Allowances and deductions[edit]

Some amounts are subtracted from the income tax base before the rate is applied. Allowances are adjusted annually by law. Allowances vary depending on whether the income is from labor, the tax payer is single or lives with elderly relatives or dependants, challenge conditions of the tax payer or those they live with, the autonomous community where they live, and other issues. Also, the amount may be reduced by declaring income with your spouse if you are married and some expenditures (like contributions to unions, personal pension funds, etc.). The figures given below are valid for a single the year 2014.[5]

The personal tax allowance differs depending on age. For under 65s the personal tax allowance is €5,151. Individuals aged between 65 and 75 are allowed a €6,069 personal allowance. Anyone above 75 receives the highest personal allowance at €7,191.

There is an elderly relative allowance which lowers the taxable income and applies to those tax payers who live with relatives older than 65 (or with relatives of any age with a disability graded at 33% or more) who do not have income themselves. This allowance is €918 if the relative is aged up to 75 and €2,040 above the age of 75.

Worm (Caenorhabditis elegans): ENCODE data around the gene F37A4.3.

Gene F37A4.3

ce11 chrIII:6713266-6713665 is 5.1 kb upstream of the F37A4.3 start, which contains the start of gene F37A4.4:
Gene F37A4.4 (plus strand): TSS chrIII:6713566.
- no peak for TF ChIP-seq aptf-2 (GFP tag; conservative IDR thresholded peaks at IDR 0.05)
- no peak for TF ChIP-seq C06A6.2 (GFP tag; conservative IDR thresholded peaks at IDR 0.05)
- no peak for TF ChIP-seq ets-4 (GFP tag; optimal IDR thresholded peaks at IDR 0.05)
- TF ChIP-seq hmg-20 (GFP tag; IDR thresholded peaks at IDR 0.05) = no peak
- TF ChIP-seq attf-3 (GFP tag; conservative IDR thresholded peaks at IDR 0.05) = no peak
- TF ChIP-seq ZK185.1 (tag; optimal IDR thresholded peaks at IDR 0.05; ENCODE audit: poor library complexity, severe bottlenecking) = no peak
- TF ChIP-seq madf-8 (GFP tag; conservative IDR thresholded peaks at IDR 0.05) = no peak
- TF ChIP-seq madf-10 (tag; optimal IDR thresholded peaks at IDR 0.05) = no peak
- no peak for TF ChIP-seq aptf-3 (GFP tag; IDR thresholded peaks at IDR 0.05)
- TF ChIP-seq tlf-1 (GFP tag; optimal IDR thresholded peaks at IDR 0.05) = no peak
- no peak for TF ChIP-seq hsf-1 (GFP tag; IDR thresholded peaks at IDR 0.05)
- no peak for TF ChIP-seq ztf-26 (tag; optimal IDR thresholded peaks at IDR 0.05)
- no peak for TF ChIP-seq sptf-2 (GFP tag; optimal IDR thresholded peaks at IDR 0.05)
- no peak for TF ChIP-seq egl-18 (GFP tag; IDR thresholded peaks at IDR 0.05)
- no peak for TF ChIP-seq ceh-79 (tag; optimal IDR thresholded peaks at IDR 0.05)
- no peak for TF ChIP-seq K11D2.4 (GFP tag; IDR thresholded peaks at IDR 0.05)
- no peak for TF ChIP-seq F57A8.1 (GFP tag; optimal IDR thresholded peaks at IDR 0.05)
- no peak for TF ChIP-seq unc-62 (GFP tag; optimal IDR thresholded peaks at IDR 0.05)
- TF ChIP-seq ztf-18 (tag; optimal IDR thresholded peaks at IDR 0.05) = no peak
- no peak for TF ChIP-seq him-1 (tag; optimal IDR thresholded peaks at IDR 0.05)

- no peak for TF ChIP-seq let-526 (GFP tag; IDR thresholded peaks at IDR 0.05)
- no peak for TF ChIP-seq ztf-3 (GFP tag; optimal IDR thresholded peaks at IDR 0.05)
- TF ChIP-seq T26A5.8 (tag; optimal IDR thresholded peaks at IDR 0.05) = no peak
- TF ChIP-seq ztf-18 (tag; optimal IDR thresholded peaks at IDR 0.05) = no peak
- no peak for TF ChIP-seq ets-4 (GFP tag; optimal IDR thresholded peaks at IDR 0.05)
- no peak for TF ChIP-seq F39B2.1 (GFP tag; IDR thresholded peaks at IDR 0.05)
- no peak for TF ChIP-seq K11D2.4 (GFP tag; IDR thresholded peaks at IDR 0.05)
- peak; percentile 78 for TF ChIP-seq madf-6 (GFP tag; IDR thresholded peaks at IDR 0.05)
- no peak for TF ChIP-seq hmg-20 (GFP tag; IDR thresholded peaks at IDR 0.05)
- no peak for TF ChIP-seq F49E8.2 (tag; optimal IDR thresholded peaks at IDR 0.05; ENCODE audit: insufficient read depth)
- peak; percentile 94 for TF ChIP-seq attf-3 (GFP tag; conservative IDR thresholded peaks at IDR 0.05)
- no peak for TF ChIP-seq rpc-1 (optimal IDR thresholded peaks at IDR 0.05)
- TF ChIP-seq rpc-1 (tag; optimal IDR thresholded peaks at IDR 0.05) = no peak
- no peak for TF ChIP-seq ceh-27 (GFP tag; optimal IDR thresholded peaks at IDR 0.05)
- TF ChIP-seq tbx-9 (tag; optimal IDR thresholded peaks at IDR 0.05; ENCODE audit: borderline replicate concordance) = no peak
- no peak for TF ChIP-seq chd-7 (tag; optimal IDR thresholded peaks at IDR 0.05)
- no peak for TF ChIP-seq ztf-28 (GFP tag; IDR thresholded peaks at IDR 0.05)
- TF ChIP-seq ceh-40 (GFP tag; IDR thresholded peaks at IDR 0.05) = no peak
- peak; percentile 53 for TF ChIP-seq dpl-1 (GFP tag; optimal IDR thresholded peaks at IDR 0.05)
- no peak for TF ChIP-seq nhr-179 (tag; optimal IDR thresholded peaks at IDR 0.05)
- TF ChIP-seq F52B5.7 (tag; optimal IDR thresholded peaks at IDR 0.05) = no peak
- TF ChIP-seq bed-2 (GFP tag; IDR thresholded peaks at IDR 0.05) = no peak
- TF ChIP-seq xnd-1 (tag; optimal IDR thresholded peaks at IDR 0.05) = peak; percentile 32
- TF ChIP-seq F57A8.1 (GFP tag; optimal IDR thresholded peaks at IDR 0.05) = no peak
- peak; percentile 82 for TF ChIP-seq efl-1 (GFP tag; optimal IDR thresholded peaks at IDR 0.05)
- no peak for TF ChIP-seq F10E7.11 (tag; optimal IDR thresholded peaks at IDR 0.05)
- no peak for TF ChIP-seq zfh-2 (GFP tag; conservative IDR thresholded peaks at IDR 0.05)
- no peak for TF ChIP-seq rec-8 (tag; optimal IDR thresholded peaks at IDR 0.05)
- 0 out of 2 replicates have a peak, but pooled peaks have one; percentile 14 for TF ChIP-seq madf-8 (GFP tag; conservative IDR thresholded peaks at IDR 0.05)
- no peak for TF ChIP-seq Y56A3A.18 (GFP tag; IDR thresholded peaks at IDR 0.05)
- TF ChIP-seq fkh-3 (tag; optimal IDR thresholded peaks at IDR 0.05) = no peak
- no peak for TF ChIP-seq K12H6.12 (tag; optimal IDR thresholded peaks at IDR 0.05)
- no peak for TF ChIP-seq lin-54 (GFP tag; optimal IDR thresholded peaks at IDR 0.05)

There is also a dependants allowance which also lowers the taxable income base. It applies to tax payers who live with dependants younger than 25 (or with dependants of any age with a disability graded at 33% or more). For the 1st dependant, the allowance is €1,836. The allowance for the 2nd child is €2,040. For the 3rd child the allowance is €3,672 and each further child has a €4,182 allowance. In addition to dependant allowances, there is a maternity allowance which is €1,200 for each child under the age of 3.